Beyond background checks, commonsense measures like mandatory gun licensing, waiting periods, and age restrictions have proven to dramatically reduce gun-related homicides, suicides, and trafficking. Drawing from his experience in Maryland, where under his leadership the state successfully implemented important safety measures, the Governor will fight to ensure that all Americans benefit from the same basic protections.
As president, Governor O’Malley will:
- Enact comprehensive requirements for gun purchases, including fingerprint licensing. Building from successful reform efforts in Maryland, O’Malley will require all individuals who seek to purchase or transfer any gun to obtain a fingerprint-based license, and complete safety training with a waiting period, in addition to passing a background check. As he did in Maryland, O’Malley will extend these same requirements to private sales by requiring all sales to be completed through licensed dealers.
- Set a national age requirement for handgun possession. A full quarter of gun crimes are committed by individuals 21 years-old and younger, based on data from 13 states; and guns are used in 38 percent of suicides among young people. O’Malley will work to set a federal minimum age of 21 for handgun ownership and possession.
- Require the responsible storage of guns at home. Guns are the second leading cause of death among children and teens, and the first cause among African American children. The responsible storage of guns can prevent suicide, violence, and accidents: 70 percent of unintentional child deaths from guns happened when firearms were stored irresponsibly.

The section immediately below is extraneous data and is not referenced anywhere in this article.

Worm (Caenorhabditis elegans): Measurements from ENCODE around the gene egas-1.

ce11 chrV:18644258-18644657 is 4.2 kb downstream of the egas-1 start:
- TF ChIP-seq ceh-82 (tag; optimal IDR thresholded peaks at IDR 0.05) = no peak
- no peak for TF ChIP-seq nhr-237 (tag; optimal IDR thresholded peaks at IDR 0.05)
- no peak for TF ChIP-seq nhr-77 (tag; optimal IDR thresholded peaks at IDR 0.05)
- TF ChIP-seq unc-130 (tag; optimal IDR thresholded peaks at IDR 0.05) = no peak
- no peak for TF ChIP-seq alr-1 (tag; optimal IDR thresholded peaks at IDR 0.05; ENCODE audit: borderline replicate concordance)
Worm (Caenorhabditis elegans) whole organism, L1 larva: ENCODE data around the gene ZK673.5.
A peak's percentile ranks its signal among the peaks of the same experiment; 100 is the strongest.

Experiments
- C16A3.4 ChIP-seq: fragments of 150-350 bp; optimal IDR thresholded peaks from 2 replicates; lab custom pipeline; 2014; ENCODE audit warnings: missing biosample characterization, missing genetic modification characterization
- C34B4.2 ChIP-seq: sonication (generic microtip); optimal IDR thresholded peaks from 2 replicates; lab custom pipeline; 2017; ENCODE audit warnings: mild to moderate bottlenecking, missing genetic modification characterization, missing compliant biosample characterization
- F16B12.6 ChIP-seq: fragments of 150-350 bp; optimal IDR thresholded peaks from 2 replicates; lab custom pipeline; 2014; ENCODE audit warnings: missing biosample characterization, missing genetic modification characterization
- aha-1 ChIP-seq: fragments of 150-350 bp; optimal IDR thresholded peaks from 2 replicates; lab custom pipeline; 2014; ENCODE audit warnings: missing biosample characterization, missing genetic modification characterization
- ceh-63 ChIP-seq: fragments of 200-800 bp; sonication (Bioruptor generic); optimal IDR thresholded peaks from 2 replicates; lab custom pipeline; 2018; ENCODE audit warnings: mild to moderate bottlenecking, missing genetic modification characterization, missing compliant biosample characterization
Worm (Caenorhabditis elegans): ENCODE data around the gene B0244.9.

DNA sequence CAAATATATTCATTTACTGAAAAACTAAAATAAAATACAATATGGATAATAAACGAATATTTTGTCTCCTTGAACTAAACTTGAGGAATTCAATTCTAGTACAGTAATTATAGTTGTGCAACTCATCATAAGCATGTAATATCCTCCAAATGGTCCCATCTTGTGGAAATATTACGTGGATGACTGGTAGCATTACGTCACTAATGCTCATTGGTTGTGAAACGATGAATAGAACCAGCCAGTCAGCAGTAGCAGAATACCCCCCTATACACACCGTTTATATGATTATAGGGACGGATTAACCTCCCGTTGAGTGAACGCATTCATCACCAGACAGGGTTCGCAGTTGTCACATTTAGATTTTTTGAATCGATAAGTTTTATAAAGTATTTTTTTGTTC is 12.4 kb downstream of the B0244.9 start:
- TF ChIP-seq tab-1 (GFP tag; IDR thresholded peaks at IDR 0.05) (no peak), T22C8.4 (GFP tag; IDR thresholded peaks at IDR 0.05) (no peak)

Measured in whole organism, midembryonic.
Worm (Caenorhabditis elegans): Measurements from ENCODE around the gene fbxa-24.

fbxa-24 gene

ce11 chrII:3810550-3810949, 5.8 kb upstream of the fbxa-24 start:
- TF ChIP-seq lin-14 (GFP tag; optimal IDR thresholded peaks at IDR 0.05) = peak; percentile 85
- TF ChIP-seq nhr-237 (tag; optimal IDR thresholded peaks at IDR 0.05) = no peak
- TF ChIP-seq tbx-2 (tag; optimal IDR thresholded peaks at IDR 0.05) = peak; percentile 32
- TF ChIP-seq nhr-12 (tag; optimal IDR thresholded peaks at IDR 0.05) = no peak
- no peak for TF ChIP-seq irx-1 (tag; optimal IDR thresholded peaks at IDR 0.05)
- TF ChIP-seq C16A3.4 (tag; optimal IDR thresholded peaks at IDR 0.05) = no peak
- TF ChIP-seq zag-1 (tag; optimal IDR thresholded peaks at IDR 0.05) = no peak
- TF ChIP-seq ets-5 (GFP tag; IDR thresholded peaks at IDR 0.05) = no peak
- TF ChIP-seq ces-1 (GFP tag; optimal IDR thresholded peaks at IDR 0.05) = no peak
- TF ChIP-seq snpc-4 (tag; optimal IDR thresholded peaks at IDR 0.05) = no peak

While licensed dealers are already required to make sure that gun purchasers have safety devices, there is far more to be done to ensure responsible gun storage. O’Malley will extend existing safety standards to all firearm sales. He will also issue federal rules clearly defining the gun locks and safes that meet safety standards.
- Reject federally mandated concealed carry. Republicans in Congress have proposed overriding existing state laws regarding who should be able to carry concealed guns within their borders. These laws are enacted by the voters and elected representatives of each state in order to keep their neighbors safe. O’Malley will defend strong state regulations, pushing back against efforts to force every state to recognize the concealed-carry permits issued by other states. Several states’ concealed-carry laws are extraordinarily weak, granting permits to individuals who do not complete safety training, have been convicted of a violent crime, or have a demonstrated history of drug or alcohol abuse.